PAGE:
Etymology
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trader (n.)
"dealer, trafficker, one engaged in commerce," 1580s, agent noun from trade (v.).
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dealership (n.)

"the business of an authorized trader," 1916, from dealer + -ship.

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Mackenzie 

river in Canada, named for Scottish fur trader and explorer Sir Alexander Mackenzie, who discovered and explored it 1789.

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Chisholm Trail 

1866, named for Jesse Chisholm (c. 1806-1868), half-breed Cherokee trader and government agent who first plied it. The surname is from a barony in England, probably from Old English cisel "gravel."

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insolvent (adj.)
1590s, "unable to pay one's debts," from in- (1) "not" + Latin solventem "paying" (see solvent). Originally of one who was not a trader; only traders could become bankrupt.
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cozen (v.)

"to cheat, defraud," 1560s, of uncertain origin; perhaps from French cousiner "cheat on pretext of being a cousin;" or from Middle English cosyn "fraud, trickery" (mid-15c.), which is perhaps related to Old French coçon "dealer, merchant, trader," from Latin cocionem "horse dealer." Related: Cozened; cozening; cozenage.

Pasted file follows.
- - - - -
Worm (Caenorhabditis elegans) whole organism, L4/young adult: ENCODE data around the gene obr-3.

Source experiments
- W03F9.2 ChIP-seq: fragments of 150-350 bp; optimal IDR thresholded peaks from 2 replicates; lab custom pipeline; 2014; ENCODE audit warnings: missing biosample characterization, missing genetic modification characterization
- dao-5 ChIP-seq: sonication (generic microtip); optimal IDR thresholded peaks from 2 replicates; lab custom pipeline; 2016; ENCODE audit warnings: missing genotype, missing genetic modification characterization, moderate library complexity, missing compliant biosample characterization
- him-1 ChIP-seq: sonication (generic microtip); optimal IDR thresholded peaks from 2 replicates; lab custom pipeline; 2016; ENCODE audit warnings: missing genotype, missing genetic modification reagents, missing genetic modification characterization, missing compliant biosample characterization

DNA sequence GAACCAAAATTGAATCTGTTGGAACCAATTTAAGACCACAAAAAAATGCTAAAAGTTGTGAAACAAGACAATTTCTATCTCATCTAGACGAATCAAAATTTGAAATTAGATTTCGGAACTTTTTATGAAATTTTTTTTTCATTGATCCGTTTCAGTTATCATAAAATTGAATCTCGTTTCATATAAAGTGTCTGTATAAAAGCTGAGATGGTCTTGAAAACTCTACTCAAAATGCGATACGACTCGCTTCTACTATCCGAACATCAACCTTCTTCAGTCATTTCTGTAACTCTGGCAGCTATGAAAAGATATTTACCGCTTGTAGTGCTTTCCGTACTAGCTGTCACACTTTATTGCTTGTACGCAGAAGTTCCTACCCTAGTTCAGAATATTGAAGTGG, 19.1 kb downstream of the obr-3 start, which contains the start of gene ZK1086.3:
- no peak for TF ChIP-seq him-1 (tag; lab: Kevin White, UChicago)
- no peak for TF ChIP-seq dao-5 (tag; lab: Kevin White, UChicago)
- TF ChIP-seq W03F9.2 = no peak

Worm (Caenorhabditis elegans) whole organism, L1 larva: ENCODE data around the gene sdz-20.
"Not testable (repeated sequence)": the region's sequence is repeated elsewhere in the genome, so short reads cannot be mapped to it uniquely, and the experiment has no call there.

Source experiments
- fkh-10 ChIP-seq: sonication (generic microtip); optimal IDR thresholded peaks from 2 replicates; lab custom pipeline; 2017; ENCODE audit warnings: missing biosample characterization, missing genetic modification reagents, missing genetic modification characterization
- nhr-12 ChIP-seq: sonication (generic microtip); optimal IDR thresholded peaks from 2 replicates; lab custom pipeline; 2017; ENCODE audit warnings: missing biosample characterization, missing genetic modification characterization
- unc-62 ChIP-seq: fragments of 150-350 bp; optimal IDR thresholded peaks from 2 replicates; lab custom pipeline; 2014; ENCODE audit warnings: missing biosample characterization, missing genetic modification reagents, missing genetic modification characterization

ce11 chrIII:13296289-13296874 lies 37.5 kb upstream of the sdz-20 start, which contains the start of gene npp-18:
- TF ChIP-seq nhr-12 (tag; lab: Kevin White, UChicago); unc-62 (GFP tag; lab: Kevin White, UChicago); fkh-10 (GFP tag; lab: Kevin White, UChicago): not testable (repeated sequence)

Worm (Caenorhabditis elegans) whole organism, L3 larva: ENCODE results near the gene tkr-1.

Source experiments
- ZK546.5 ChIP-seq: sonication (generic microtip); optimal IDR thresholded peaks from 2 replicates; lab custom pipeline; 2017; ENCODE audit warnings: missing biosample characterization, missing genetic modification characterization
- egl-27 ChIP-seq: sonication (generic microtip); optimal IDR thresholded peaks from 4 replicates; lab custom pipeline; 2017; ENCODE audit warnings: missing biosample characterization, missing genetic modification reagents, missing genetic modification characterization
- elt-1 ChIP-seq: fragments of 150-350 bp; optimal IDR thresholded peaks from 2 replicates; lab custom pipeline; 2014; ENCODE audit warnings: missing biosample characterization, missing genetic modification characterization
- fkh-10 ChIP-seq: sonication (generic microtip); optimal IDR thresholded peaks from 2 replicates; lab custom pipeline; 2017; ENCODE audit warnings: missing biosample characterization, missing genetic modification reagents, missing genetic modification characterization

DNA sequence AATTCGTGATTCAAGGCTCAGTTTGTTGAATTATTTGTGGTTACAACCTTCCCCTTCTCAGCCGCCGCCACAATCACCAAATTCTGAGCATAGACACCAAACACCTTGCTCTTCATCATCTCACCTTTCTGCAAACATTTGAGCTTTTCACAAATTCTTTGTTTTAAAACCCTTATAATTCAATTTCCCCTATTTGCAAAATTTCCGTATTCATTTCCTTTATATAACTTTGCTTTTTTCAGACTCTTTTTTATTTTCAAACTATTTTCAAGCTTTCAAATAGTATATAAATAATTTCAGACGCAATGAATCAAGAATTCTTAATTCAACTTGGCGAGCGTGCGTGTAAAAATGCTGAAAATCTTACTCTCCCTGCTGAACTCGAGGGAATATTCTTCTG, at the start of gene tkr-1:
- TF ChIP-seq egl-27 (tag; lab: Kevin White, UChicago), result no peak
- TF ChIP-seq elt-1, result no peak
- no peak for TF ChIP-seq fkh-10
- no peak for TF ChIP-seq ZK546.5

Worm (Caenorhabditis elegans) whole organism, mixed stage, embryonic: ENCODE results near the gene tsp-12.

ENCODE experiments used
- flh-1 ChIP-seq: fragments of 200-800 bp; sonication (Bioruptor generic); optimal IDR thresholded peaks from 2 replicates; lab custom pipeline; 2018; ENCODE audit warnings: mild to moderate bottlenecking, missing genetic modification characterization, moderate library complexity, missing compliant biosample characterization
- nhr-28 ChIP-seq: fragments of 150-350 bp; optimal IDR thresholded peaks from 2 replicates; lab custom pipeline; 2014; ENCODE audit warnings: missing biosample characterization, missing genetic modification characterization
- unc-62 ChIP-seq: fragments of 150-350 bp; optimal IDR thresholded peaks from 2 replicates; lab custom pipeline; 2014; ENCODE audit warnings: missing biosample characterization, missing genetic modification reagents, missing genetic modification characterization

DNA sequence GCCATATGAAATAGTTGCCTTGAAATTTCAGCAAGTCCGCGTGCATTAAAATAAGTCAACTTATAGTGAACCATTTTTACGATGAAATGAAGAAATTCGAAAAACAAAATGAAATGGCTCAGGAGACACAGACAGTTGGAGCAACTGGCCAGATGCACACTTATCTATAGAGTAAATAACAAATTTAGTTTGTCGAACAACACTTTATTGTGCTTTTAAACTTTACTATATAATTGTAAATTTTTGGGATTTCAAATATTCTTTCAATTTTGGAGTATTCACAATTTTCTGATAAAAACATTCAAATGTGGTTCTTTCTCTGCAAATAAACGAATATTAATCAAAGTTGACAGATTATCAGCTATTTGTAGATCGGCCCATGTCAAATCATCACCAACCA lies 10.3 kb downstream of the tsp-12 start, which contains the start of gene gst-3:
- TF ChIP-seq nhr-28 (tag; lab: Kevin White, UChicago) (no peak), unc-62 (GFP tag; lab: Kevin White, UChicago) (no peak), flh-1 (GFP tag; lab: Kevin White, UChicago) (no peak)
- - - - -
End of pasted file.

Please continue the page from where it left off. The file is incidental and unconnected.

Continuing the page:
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chap (n.)

1570s, "customer," short for obsolete chapman in its secondary sense "purchaser, trader" (also see cheap). Colloquial familiar sense of "lad, fellow, man or boy" is first attested 1716, usually with a qualifying adjective. Compare slang (tough) customer and German Kunde "customer, purchaser," colloquially "fellow."

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jockey (v.)
1708, "trick, outwit, gain advantage," from jockey (n.) perhaps in its former secondary sense of "horse trader" (1680s) and reflecting their reputation. Meaning "to ride a horse in a race" is from 1767. Related: Jockeyed; jockeying.
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cit (n.)

"inhabitant of a city," colloquial shortening of citizen, 1640s; especially "a London cockney," as contrasted to a country man or a gentleman, usually with some measure of opprobrium (Johnson defines it as "A pert low townsman; a pragmatical trader").

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interlope (v.)
"intrude where one has no business," especially with a view to gain the advantage or profits of another (as a trader without a proper licence), early 17c., probably a back-formation from interloper (q.v.). Related: Interloped; interloping.
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